From the bare essentials of a school history or a class list to more revealing report cards, student profiles, and photographs, records such as enrollment, registration, and transcripts can be most enlightening, as are high school yearbooks and alumni directories and publications.
Consider the information–names of students and their parents, address, and contact information–parents had to supply when completing enrollment or registration cards for school.
Some schools required a student's date of birth, previous education and location, medical and inoculation history, and other details and maintain these records as the core of every student's academic record file.
Schools, which measure a student's academic performance, also record their grades in the permanent file. A transcript of this file is available for any student from all levels of educational institutions. Colleges and universities request them all the time, as do employers seeking to verify the credentials of prospective employees. Family historians can do the same. Besides indicating a student's success of failure, a transcript can provide insight into his or her course of study, subject major, and academic achievements.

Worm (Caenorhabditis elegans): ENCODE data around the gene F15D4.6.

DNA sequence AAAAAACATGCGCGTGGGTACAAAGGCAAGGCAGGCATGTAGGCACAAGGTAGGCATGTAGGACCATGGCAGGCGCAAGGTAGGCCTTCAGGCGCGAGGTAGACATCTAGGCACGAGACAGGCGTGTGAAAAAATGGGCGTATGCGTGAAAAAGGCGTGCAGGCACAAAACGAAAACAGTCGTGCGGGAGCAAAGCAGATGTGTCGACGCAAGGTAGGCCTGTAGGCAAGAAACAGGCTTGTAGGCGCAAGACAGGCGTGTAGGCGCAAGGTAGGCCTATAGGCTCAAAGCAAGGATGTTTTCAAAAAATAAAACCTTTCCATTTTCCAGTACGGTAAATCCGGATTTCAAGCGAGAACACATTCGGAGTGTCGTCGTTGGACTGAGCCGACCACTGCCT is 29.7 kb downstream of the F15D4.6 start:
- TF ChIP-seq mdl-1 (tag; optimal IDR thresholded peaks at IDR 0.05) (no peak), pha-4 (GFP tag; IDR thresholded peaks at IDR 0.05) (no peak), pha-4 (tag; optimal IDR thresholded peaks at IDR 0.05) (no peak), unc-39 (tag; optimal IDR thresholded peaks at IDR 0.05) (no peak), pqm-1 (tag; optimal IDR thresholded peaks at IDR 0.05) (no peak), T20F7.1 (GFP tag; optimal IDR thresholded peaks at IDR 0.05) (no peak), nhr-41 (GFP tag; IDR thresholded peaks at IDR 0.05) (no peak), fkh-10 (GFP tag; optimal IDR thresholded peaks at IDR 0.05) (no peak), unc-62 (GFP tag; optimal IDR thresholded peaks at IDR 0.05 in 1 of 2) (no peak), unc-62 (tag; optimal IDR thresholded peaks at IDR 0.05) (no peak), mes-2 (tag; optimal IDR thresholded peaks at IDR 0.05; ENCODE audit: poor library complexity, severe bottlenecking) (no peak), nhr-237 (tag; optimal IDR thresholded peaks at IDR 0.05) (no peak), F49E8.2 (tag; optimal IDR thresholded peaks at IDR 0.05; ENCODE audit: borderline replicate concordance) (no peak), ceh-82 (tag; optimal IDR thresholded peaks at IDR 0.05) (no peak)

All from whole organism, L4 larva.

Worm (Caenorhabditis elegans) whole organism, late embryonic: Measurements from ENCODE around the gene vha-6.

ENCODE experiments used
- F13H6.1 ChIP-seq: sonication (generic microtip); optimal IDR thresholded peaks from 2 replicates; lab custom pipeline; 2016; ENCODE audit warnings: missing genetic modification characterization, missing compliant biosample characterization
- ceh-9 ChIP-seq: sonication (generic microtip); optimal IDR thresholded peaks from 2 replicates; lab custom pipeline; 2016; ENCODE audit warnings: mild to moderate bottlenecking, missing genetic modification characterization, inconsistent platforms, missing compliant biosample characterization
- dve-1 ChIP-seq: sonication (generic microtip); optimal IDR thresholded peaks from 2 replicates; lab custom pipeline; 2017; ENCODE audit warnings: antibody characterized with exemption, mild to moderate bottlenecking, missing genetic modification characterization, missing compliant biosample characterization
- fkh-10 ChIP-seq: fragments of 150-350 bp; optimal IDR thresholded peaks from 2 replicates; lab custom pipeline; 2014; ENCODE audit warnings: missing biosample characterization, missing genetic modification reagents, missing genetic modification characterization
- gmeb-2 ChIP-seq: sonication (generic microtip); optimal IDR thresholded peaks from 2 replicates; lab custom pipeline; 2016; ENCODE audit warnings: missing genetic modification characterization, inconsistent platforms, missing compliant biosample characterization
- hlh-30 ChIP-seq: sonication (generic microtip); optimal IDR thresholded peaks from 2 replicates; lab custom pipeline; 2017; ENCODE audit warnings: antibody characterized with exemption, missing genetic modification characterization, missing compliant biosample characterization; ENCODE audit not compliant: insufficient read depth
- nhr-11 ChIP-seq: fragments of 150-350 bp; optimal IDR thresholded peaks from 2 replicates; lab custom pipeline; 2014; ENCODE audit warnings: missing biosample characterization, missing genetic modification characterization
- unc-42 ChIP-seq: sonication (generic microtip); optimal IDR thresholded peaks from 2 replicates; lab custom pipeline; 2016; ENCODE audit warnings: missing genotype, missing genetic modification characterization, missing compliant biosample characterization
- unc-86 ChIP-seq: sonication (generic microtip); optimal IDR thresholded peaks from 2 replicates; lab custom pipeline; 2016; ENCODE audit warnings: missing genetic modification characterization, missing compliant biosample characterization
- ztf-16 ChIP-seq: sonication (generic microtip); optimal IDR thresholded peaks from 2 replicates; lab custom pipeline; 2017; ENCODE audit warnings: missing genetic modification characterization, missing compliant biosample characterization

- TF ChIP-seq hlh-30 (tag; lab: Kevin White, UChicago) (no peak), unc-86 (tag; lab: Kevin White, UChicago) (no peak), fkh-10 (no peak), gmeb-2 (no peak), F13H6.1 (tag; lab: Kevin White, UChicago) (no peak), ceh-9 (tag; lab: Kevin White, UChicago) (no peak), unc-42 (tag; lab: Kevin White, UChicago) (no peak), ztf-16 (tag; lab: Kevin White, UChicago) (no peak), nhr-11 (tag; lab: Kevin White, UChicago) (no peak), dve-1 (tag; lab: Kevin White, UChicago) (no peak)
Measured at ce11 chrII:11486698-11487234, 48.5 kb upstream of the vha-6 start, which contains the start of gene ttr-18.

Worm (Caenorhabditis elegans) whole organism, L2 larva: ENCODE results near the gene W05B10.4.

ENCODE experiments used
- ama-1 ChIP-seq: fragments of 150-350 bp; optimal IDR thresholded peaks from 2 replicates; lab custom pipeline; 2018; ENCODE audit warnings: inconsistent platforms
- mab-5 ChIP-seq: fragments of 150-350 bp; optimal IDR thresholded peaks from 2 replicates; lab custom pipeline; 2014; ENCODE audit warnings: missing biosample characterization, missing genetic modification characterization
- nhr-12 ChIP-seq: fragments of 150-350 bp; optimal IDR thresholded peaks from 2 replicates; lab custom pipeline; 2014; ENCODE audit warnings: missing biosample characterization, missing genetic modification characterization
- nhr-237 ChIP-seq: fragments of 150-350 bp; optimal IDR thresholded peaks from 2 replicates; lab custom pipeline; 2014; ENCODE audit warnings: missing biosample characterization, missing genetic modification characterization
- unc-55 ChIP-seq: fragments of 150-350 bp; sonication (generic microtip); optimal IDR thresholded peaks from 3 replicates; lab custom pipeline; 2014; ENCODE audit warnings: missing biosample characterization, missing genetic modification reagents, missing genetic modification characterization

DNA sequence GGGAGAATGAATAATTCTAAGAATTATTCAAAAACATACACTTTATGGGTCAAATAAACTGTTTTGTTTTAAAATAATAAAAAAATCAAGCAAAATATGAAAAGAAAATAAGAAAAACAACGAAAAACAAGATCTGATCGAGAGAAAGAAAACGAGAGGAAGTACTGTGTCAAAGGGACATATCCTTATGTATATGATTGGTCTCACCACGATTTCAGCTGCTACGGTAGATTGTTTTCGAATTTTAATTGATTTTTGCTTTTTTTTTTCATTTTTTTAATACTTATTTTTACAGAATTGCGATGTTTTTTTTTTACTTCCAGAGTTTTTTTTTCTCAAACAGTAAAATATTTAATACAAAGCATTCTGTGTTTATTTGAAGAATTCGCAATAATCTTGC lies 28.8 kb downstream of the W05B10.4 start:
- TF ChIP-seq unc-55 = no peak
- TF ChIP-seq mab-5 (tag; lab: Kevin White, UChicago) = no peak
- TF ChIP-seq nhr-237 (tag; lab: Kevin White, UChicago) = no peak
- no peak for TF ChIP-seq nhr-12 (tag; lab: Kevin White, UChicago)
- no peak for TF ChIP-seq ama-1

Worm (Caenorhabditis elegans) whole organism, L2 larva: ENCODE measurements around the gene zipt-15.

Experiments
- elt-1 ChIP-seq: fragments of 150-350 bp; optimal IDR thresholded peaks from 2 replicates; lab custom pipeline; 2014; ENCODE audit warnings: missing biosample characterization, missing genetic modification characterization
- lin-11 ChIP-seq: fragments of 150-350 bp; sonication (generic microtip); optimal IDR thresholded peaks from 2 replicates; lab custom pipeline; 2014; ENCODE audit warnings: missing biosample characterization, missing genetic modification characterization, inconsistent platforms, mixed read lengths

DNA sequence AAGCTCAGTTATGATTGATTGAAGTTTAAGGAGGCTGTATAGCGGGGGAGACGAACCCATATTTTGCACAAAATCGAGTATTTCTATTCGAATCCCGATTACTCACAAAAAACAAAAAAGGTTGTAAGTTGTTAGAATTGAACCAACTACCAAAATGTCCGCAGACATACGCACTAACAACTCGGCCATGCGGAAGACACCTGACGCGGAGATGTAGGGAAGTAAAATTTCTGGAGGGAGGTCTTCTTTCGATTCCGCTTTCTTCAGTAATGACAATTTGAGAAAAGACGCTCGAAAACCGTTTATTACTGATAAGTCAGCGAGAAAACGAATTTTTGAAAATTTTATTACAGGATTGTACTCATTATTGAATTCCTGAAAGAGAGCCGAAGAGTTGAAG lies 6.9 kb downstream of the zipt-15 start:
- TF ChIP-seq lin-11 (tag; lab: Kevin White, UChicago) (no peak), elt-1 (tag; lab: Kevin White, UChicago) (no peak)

Another type of school record is the yearbook. High schools, colleges, universities, military schools and academies all produce them annually. Each contains a photograph of each student in the graduating class, plus a list of that person's activities throughout their time at that school. Yearbooks also list awards. And under each student's name is often a personal quote conveying some sense of the person and their plans for the future.
Alumni associations publish a number of items, probably the most useful of which are newsletters and magazines. These contain articles about certain alumni and notices of marriages, births of children, and deaths.
Locating the school records isn't difficult. Elementary and secondary schools' records can be found by contacting the board of education in the town or county in which an ancestor attended school. The Registrar's Office at a college and university can supply academic records and transcripts–usually for a fee. Copies of yearbooks, alumni directories, newsletters, magazines, and other publications may be stored in school archives, in school libraries, and sometimes in local public libraries. Genealogical and historical societies may also have copies of yearbooks.